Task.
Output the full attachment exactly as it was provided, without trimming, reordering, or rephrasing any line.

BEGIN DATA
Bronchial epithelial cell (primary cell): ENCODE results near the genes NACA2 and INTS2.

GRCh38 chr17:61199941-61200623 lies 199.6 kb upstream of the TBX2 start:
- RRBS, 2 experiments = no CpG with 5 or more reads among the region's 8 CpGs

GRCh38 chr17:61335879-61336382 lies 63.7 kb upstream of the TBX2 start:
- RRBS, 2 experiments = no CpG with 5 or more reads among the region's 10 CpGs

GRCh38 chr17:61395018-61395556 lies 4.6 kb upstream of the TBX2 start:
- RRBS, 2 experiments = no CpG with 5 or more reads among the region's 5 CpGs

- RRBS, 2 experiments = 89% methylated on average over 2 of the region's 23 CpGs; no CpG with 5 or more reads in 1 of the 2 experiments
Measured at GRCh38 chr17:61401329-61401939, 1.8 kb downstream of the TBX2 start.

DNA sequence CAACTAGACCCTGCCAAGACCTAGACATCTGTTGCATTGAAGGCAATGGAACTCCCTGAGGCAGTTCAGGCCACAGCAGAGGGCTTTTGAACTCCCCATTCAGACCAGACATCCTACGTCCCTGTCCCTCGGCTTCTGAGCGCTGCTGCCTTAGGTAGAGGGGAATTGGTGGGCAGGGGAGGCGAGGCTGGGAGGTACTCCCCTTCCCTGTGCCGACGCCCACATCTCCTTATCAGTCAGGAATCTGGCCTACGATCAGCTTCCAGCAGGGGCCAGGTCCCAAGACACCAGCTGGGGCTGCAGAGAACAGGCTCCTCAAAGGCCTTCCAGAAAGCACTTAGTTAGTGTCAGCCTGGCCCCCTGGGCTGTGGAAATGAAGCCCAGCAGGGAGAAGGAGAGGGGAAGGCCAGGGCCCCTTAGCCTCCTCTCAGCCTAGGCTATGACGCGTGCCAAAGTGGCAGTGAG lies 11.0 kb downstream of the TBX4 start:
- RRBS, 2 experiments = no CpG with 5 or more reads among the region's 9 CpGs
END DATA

Bronchial epithelial cell (primary cell): ENCODE results near the genes NACA2 and INTS2.

GRCh38 chr17:61199941-61200623 lies 199.6 kb upstream of the TBX2 start:
- RRBS, 2 experiments = no CpG with 5 or more reads among the region's 8 CpGs

GRCh38 chr17:61335879-61336382 lies 63.7 kb upstream of the TBX2 start:
- RRBS, 2 experiments = no CpG with 5 or more reads among the region's 10 CpGs

GRCh38 chr17:61395018-61395556 lies 4.6 kb upstream of the TBX2 start:
- RRBS, 2 experiments = no CpG with 5 or more reads among the region's 5 CpGs

- RRBS, 2 experiments = 89% methylated on average over 2 of the region's 23 CpGs; no CpG with 5 or more reads in 1 of the 2 experiments
Measured at GRCh38 chr17:61401329-61401939, 1.8 kb downstream of the TBX2 start.

DNA sequence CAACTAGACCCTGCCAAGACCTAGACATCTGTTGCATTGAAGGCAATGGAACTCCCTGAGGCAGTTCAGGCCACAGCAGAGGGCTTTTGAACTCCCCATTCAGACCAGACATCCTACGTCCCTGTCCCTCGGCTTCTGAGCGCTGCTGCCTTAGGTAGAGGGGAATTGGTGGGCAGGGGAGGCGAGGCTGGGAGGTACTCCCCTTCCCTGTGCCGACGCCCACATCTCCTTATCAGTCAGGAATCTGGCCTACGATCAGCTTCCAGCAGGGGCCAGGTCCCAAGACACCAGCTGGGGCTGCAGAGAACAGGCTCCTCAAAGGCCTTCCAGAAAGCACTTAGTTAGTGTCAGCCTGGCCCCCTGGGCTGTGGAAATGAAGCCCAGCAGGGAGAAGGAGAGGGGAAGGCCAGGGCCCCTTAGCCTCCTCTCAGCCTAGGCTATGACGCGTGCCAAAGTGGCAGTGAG lies 11.0 kb downstream of the TBX4 start:
- RRBS, 2 experiments = no CpG with 5 or more reads among the region's 9 CpGs